They’re over 40 but by no means over the hill. In fact, they’re some of the fittest athletes in the world! A total of 138 teams will compete in the Master’s category at the 2009 Absa Cape Epic which in all likelihood, will have a higher percentage of finishers than any of the other categories.
You see, these guy aren’t professional mountain bike racers, but they’ve endured enough life stuff to know what they want and how get it. Gone are they days when they made foolish errors and paid for them dearly. No, they’ve graduated to that life stage where everything is carefully planned and passionately executed.
From highly successful businessmen, to former professional athletes, to average blokes with a wife and two kids, they come from different backgrounds and from all over the world but they all have a common goal – to finish one of the most demanding sports events in the world. Yep, eight days, 685km and within that, more than 14000m of climbing!
South Africans have traditionally fared well in this category, although in recent years, they’ve met strong opposition from the Europeans.
Heading up the South African challenge this year is the Cycle Lab Supercycling Toyota pair of Andrew McLean (44) and Shan Wilson (40). Both were exceptional athletes in their younger years with McLean having been one of the country’s top road professionals and Wilson a canoeist that turned mountain bike racer.
McLean won the Master’s category (partnered by Damian Booth) at his first attempt in 2006 while Wilson, a former overall stage winner, finished second at his first shot at the Master’s title last year with Italian partner, Walter Platzgummer.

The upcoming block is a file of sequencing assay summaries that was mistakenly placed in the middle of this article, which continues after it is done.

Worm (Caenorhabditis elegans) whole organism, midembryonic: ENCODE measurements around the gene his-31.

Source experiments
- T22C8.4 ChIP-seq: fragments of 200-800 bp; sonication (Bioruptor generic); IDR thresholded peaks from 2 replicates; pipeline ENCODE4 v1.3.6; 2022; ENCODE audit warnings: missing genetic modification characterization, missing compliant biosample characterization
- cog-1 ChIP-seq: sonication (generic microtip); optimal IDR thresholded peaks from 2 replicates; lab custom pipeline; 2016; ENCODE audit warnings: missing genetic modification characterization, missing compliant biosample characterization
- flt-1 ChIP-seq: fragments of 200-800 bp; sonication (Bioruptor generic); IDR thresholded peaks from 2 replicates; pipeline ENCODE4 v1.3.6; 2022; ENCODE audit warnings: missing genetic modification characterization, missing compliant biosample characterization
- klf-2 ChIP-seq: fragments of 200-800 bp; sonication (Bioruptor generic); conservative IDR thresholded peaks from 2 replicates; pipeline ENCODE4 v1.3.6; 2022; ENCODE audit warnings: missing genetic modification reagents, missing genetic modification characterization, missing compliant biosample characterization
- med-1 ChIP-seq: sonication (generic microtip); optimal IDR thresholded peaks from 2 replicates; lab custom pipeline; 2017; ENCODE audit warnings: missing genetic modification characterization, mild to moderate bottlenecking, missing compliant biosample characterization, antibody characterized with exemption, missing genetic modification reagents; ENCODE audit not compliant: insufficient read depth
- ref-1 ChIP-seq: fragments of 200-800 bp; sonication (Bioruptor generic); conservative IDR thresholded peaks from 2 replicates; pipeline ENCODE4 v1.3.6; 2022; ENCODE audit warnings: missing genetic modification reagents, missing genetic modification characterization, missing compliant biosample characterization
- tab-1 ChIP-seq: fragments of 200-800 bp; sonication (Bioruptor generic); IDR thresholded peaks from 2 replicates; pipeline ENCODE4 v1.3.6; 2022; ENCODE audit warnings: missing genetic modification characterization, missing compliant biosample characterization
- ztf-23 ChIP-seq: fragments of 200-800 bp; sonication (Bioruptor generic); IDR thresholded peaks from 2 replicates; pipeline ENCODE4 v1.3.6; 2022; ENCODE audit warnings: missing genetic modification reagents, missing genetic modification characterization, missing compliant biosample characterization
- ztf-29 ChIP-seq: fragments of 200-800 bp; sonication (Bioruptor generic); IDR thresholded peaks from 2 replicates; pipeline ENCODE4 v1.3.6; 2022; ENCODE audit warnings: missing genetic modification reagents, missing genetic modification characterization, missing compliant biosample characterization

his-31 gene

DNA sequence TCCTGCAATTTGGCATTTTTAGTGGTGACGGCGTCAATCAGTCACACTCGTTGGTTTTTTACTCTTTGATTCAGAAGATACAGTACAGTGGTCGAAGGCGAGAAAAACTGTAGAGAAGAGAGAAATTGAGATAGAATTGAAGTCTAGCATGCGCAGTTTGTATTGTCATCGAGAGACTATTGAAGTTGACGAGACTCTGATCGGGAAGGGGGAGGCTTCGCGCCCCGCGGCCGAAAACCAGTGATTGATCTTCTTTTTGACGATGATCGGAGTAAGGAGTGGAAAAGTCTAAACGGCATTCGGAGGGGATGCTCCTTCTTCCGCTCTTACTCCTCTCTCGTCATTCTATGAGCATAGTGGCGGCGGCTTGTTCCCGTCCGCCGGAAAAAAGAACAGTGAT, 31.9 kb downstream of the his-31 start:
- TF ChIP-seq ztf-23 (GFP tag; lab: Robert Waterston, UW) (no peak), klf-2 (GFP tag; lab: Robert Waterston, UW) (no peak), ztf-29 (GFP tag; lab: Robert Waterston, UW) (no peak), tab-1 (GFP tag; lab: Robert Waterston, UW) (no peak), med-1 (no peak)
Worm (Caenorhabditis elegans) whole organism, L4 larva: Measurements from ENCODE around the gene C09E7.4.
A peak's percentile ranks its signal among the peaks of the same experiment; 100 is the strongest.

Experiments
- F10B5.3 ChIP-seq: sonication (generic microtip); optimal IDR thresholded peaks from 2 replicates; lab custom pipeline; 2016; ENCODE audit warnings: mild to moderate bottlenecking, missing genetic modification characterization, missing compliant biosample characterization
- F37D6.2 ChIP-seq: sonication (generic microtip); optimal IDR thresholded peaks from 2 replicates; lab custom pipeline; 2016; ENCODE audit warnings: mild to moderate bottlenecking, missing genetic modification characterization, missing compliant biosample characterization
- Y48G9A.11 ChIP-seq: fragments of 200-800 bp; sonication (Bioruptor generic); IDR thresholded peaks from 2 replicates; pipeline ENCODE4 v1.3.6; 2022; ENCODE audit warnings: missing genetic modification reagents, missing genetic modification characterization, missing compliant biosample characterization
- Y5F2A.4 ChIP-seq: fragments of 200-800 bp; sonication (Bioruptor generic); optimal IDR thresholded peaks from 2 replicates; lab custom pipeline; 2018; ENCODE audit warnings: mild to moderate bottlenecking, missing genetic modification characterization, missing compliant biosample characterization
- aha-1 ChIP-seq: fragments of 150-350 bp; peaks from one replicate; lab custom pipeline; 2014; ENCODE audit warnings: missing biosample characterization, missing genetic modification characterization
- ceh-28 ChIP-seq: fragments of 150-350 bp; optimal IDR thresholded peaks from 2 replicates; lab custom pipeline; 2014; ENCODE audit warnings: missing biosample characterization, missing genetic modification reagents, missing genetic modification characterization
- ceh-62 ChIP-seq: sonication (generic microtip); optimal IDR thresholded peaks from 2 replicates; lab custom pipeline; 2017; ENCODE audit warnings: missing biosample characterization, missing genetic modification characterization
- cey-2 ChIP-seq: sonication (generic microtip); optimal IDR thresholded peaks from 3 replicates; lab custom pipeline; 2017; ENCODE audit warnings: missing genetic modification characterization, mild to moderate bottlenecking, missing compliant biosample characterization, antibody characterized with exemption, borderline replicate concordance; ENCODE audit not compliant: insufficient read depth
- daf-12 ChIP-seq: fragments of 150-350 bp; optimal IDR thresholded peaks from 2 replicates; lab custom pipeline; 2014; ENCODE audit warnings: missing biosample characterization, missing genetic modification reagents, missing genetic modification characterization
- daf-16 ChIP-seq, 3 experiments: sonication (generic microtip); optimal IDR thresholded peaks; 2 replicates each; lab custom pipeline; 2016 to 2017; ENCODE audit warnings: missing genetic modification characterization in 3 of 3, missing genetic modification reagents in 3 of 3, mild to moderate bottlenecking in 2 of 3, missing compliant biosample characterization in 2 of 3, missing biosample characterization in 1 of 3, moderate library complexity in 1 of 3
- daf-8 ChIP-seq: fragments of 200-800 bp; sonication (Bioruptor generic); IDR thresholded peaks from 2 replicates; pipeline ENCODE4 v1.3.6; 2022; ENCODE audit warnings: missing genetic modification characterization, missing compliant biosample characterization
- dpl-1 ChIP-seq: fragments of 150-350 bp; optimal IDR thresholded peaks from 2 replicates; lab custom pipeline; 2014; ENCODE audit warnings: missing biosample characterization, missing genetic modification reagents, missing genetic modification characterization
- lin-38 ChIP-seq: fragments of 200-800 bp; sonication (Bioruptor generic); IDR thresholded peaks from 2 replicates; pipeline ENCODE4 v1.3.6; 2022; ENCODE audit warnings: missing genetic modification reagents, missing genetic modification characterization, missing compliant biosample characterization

Cape Epic success requires more than just two super-skilled, finely tuned athletes. It also requires teamwork. And a strong partnership takes time to build, which counts in the favour of McLean and Wilson, who have raced to category victories as well as top-10 places overall at the 2008 York Timbers Sabie Experience and the 2009 Subaru Sani2c, two of the country’s premier mountain bike stage races.
“Our preparation has gone quite well. However you can’t read too much into our success in the build-up because the Cape Epic is so much harder and the racing so much more intense,” said McLean. “Shan and I did however get to know each other’s strengths and weaknesses and that counts for a lot. We just have to hope for consistency and, because nothing is certain in mountain bike racing, some luck!”
“There’s a bigger percentage of climbing in this year’s race compared to previous years. That suits Andrew and I. It also means more downhills and I can tell you that Andrew’s descending is pretty impressive. He’s improved a lot in the past year,” said Wilson, a highly skilled descender.
Their primary opposition will come from defending Master’s champions, Doug Brown (RSA) and Barti Bucher (SUI) racing as the Absa Masters team and Lieb Loots (RSA) and MC Franken (RSA), racing at the Pragma Masters, both former podium finishers.
“There will be some other European teams in the mix too,” said Wilson. “There’s so much cycling depth from there and we’ve heard a Belgian team and a British team are likely podium challengers too.”
The most prestigious mountain bike stage race in the world, starts on Saturday, in the form of a 19km prologue on the slopes of Table Mountain. McLean and Wilson are last to start in the Master’s category, which gives them the advantage of getting time splits on their rivals. However, while the result of the prologue is a good indicator of form, it’s got no real bearing on the final outcome of the race, which starts proper on Sunday’s 112km haul from Gordon’s Bay to Villiersdorp.
To follow the Master’s race, visit www.cape-epic.com for daily updates and results.